Norman Lear John J. O'Connor - Essay

John J. O'Connor

(Contemporary Literary Criticism)

There is hardly anything new about satirizing talk shows. In some cases, the form almost satirizes itself, and it has long been the butt of comedy routines, from "Laugh In" to "Monty Python's Flying Circus." But "Fernwood 2-Night" goes beyond the talk-show form to ridicule contemporary convictions and foibles in a wide range of aspects. Anti-Semitism and religious deprogramming have little or nothing to do with talk shows, but they have been put to extremely clever use on "Fernwood 2-Night."

The concept of a fictional talk show may contain its own self-destruct mechanism. The form itself is limited, and the pressures to be outrageous can only escalate. Where do you go after you've given them a pianist in an iron lung?…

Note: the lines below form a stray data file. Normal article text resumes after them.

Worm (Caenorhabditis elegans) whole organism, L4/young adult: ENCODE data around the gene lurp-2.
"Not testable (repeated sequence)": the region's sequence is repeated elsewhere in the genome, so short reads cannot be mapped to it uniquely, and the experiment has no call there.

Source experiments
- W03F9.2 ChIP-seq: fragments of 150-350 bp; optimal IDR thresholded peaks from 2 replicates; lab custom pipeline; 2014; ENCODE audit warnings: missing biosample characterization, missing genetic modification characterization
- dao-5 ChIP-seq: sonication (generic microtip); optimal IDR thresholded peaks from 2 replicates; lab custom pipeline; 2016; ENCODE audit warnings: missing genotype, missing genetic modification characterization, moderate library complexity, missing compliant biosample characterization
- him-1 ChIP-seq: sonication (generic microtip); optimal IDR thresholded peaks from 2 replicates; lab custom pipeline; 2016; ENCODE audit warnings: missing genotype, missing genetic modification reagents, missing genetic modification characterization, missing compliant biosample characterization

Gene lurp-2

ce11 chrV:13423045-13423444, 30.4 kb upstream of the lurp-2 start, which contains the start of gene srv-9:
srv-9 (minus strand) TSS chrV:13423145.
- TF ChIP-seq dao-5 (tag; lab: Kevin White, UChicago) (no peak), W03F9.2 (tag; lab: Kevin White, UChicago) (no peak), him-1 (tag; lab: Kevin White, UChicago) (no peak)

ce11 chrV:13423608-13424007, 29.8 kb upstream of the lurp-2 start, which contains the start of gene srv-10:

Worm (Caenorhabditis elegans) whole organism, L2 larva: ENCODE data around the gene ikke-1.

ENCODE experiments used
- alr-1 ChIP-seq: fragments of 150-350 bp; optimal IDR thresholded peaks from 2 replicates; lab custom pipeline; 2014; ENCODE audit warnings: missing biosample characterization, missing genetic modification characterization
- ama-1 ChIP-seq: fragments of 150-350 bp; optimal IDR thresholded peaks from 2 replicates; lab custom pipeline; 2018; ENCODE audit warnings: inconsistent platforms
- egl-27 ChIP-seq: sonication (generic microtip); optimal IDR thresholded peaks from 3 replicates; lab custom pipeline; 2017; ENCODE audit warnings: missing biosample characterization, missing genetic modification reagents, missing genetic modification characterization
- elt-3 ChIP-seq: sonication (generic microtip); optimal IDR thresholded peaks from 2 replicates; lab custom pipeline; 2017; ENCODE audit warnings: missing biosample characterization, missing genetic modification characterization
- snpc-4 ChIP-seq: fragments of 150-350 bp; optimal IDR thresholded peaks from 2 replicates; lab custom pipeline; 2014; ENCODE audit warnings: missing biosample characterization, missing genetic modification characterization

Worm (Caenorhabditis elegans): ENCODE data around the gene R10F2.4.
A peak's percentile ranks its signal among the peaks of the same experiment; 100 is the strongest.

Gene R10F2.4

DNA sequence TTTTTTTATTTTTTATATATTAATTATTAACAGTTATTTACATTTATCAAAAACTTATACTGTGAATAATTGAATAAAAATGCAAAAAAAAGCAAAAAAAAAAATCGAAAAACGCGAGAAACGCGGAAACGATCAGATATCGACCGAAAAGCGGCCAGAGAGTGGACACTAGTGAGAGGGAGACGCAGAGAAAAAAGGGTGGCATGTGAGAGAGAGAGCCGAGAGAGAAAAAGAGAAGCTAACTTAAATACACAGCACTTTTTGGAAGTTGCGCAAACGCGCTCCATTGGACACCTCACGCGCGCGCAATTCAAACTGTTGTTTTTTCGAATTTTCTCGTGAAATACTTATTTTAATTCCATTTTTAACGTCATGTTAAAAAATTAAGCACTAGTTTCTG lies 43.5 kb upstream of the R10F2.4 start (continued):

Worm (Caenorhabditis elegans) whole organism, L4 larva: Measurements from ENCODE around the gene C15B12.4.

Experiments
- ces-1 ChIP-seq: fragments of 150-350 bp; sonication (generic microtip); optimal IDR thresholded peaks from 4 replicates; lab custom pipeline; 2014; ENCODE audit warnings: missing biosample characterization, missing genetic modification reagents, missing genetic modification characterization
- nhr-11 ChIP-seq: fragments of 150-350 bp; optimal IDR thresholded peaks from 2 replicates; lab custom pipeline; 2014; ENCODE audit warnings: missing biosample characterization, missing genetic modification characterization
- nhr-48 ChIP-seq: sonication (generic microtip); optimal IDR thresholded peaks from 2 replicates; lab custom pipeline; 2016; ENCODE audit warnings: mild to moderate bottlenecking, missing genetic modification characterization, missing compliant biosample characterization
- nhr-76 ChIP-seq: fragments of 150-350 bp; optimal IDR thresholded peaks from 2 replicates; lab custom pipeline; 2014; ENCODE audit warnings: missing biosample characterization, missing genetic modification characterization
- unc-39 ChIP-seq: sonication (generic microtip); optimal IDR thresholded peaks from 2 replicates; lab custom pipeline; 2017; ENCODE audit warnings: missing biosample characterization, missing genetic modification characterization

There is a little something to offend just about everybody. There may also be a bit too much cruelty, too much smug adolescent superiority to sustain the humor for very long. But in this opening week of "Fernwood 2-Night," only the certifiably enbalmed will fail to laugh out loud several times along the outrageous way.

John J. O'Connor, "TV: 'Fernwood 2-Night' a Little 2 Much," in The New York Times (© 1977 by The New York Times Company: reprinted by permission), July 6, 1977, p. 19.